A couple of years later, when I knew maybe forty songs (learned from Lomax's Folk Song U.S.A., Carl Sandburg's American Songbag, and Cecil Sharp's 100 English Folk Songs, along with a growing record collection) and people started hiring me to sing, I figured, "If I'm going to do this professionally, I'd better learn something about music." Which is when I started taking lessons, and later enrolled in the U. of Washington's School of Music.

Maybe I haven't set the world on fire, but I've made a halfway decent living from singing traditional folk songs and ballads since the mid-1950's, and thoroughly enjoyed myself in the process.

And all with my guitar (I've had several very good Spanish-made classical guitars since I retired the $9.95 Regal apple crate) tuned in equal temperament.

Nobody in my audiences complained about my guitar not being tuned in pure intonation in all that time!*

Don Firth

*By the way, since none of the guitars I've owned have movable frets, I'm not really sure how I could do that.


Post - Top - Home - Printer Friendly - Translate

Subject: RE: More stuff about the circle of 5ths
From: dick greenhaus
Date: 26 Mar 12 - 01:27 PM

AS a point of possible interest, a fine old banjo picker (Rufus Crisp by name) once explained to me that he had filed the frets down flush to the fingerboard on his banjo because, otherwise, he fouldn't play the "right: notes. On t'other hand, I really can't envision musicians who play larger instruments (like pianos or even guitars) carrying a separate instrument for each key they wished to play in. There are practical considerations.


Post - Top - Home - Printer Friendly - Translate

Subject: RE: More stuff about the circle of 5ths
From: Don Firth
Date: 26 Mar 12 - 02:22 PM

Good point, Dick. I have two classical guitars, one flamenco guitar, and two small travel guitars. But I'm not about to tune them to pure intonation in different keys and then lug all five of them to every gig!

By the way, it's a matter of programming necessity—at least to me—that my guitar(s) be playable in a number of different keys without having to spend time in retuning.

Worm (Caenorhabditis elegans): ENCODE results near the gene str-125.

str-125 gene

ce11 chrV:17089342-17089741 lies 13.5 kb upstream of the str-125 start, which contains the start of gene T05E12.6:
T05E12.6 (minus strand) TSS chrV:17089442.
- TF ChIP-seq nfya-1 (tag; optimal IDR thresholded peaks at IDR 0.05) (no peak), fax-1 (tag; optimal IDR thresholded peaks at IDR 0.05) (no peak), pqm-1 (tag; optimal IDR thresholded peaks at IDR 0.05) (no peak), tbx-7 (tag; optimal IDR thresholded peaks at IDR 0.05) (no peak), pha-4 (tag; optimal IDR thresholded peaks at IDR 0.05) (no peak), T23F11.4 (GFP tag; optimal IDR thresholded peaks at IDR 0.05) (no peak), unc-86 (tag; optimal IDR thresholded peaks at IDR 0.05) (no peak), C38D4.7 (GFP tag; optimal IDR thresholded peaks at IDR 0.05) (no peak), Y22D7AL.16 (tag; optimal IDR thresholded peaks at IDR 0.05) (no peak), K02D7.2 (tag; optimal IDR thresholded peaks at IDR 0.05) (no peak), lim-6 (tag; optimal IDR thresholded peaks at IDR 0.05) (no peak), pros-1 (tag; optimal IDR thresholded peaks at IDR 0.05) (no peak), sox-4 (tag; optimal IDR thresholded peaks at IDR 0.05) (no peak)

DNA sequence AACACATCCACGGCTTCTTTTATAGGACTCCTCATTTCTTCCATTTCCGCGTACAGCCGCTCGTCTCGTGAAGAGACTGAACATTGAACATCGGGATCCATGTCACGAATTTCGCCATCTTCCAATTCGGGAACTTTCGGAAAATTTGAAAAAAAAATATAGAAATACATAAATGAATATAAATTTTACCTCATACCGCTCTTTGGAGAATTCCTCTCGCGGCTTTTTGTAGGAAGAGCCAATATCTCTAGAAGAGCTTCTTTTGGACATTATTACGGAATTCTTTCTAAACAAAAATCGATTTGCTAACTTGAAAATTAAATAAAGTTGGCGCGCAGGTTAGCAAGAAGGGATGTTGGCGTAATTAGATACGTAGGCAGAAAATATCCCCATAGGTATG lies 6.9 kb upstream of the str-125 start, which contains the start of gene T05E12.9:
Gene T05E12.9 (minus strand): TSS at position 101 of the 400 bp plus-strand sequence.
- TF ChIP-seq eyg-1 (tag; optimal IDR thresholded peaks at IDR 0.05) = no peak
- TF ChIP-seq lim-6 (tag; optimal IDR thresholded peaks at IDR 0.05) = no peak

If you hear someone sing several songs in a row, all in the same key, a sort of subliminal feeling of boredom, or at least "sameness" can begin to set in.

I knew a really fine singer some years ago who was absolutely terrific in a song circle or at a party. And then I heard him in a full-blown concert. He sang the same really great songs and in a fine, husky tenor voice, but there was something sort of "lack-luster" about the program. Then, I realized something that I had never noticed before. He did everything in the keys of G and Em. No variation. With someone who is limited this way, you're hearing the same set of notes over and over again.

To avoid this, I plan my sets so I avoid singing two songs in a row in the same key. I also try to vary the tempo and mood of the songs. This is just simply good programming. Something I learned in school: how to program a recital so it contains variety and you don't put your audience to sleep.

As to the guitar itself in relation to singing, including traditional material, since many centuries ago, bards, minstrels, and troubadours (who may very well have originally authored some of the songs whose "folk processed" descendants we sing today) almost invariably accompanied themselves on harps of various kinds, lutes, other plucked string instruments—including early guitars, such as the Renaissance guitar [that's not me, by the way]—(a bit larger than a baritone ukulele, with four "courses," or double strings, save the top string, which is single; tuned like the top four strings of a modern guitar). The use of a small, easily portable instrument to accompany the singing voice is a tradition that is centuries old. And there has always been a great deal of overlap between that tradition and traditional songs in general.